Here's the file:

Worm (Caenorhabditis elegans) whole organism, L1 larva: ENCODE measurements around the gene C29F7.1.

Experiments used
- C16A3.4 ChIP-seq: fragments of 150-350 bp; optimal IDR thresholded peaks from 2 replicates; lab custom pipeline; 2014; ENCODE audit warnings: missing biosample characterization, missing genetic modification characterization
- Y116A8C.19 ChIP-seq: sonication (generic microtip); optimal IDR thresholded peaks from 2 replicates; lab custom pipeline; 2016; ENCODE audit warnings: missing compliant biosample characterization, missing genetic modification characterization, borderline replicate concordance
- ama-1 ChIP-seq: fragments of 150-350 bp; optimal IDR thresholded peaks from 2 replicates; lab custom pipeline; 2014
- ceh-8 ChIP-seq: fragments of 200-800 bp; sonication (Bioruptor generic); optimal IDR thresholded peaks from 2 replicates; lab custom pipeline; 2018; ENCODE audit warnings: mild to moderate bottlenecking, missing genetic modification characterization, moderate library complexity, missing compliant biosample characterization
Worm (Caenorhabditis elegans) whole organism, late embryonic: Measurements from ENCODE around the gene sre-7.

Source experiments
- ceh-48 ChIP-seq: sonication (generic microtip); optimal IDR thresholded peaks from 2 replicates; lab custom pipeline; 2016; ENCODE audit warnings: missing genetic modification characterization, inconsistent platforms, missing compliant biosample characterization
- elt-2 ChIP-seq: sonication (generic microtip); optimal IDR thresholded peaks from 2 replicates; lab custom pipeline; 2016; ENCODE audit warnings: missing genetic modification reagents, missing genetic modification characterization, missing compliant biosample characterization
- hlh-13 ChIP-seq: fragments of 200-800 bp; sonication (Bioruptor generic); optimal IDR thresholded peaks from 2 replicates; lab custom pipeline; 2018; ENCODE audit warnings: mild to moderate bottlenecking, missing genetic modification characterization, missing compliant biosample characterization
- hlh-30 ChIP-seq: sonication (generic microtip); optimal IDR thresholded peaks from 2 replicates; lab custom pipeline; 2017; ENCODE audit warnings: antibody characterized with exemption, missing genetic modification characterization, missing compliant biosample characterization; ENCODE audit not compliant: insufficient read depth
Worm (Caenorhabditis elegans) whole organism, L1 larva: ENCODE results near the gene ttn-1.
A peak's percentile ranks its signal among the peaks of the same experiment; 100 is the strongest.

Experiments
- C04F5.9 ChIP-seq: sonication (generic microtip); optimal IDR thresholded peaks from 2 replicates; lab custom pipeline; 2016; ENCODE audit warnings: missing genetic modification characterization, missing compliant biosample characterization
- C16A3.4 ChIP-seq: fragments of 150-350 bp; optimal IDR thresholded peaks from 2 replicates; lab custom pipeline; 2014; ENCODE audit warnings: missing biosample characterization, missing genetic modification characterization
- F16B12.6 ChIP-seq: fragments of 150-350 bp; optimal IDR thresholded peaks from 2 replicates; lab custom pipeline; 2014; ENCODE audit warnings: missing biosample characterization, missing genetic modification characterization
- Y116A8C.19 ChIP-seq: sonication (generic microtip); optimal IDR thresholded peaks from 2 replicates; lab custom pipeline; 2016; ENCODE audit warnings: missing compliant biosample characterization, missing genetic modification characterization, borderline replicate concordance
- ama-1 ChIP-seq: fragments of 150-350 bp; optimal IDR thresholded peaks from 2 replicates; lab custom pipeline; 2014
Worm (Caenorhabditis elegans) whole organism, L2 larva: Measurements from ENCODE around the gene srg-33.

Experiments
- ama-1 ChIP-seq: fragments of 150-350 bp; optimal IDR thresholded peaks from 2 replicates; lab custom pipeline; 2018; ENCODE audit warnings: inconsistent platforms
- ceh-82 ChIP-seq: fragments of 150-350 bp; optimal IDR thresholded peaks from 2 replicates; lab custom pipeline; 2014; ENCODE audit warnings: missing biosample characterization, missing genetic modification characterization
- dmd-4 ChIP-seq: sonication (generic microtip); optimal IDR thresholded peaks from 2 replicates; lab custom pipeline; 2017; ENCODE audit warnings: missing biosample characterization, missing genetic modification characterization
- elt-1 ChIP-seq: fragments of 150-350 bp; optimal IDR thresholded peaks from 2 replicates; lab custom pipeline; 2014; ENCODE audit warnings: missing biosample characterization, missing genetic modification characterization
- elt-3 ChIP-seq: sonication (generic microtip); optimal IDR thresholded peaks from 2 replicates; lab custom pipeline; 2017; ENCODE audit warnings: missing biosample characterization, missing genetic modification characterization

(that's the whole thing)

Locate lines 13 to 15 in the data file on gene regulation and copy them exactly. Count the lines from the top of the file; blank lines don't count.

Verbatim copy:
Worm (Caenorhabditis elegans) whole organism, L1 larva: ENCODE results near the gene ttn-1.
A peak's percentile ranks its signal among the peaks of the same experiment; 100 is the strongest.

Experiments